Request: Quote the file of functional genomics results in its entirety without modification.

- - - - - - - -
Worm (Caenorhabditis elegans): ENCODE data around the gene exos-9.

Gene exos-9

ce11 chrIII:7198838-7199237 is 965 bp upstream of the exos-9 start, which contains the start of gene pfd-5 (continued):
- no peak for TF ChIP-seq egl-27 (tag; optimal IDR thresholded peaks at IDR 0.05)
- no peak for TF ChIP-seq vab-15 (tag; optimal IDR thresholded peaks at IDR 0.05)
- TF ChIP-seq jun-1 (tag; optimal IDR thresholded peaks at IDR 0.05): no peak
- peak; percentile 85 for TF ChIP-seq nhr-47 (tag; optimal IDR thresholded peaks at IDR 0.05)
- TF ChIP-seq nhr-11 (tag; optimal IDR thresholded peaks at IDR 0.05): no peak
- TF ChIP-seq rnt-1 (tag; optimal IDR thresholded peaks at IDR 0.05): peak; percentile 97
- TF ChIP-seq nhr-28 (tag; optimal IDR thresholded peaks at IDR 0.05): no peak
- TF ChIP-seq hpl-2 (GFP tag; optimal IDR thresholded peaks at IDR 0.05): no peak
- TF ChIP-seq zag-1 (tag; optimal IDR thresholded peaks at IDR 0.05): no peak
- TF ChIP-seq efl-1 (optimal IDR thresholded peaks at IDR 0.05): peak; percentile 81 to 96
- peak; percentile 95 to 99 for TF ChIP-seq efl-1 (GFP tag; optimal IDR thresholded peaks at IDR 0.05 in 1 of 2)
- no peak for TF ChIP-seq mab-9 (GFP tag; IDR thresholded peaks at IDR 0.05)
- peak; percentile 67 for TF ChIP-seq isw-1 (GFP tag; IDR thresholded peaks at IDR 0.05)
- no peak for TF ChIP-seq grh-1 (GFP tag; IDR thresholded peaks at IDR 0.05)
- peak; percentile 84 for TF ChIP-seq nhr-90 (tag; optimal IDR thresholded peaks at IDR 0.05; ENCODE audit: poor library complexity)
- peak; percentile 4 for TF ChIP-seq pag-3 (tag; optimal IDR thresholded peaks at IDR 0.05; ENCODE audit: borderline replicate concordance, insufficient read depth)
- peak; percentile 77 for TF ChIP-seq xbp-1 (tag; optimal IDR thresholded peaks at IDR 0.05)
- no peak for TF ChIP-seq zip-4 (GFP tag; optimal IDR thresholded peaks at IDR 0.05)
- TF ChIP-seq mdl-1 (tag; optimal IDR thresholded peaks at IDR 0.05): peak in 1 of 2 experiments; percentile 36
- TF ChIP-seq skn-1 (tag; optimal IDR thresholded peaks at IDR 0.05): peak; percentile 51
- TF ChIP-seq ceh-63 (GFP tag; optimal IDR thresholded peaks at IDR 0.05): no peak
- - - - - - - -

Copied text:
Worm (Caenorhabditis elegans): ENCODE data around the gene exos-9.

Gene exos-9

ce11 chrIII:7198838-7199237 is 965 bp upstream of the exos-9 start, which contains the start of gene pfd-5 (continued):
- no peak for TF ChIP-seq egl-27 (tag; optimal IDR thresholded peaks at IDR 0.05)
- no peak for TF ChIP-seq vab-15 (tag; optimal IDR thresholded peaks at IDR 0.05)
- TF ChIP-seq jun-1 (tag; optimal IDR thresholded peaks at IDR 0.05): no peak
- peak; percentile 85 for TF ChIP-seq nhr-47 (tag; optimal IDR thresholded peaks at IDR 0.05)
- TF ChIP-seq nhr-11 (tag; optimal IDR thresholded peaks at IDR 0.05): no peak
- TF ChIP-seq rnt-1 (tag; optimal IDR thresholded peaks at IDR 0.05): peak; percentile 97
- TF ChIP-seq nhr-28 (tag; optimal IDR thresholded peaks at IDR 0.05): no peak
- TF ChIP-seq hpl-2 (GFP tag; optimal IDR thresholded peaks at IDR 0.05): no peak
- TF ChIP-seq zag-1 (tag; optimal IDR thresholded peaks at IDR 0.05): no peak
- TF ChIP-seq efl-1 (optimal IDR thresholded peaks at IDR 0.05): peak; percentile 81 to 96
- peak; percentile 95 to 99 for TF ChIP-seq efl-1 (GFP tag; optimal IDR thresholded peaks at IDR 0.05 in 1 of 2)
- no peak for TF ChIP-seq mab-9 (GFP tag; IDR thresholded peaks at IDR 0.05)
- peak; percentile 67 for TF ChIP-seq isw-1 (GFP tag; IDR thresholded peaks at IDR 0.05)
- no peak for TF ChIP-seq grh-1 (GFP tag; IDR thresholded peaks at IDR 0.05)
- peak; percentile 84 for TF ChIP-seq nhr-90 (tag; optimal IDR thresholded peaks at IDR 0.05; ENCODE audit: poor library complexity)
- peak; percentile 4 for TF ChIP-seq pag-3 (tag; optimal IDR thresholded peaks at IDR 0.05; ENCODE audit: borderline replicate concordance, insufficient read depth)
- peak; percentile 77 for TF ChIP-seq xbp-1 (tag; optimal IDR thresholded peaks at IDR 0.05)
- no peak for TF ChIP-seq zip-4 (GFP tag; optimal IDR thresholded peaks at IDR 0.05)
- TF ChIP-seq mdl-1 (tag; optimal IDR thresholded peaks at IDR 0.05): peak in 1 of 2 experiments; percentile 36
- TF ChIP-seq skn-1 (tag; optimal IDR thresholded peaks at IDR 0.05): peak; percentile 51
- TF ChIP-seq ceh-63 (GFP tag; optimal IDR thresholded peaks at IDR 0.05): no peak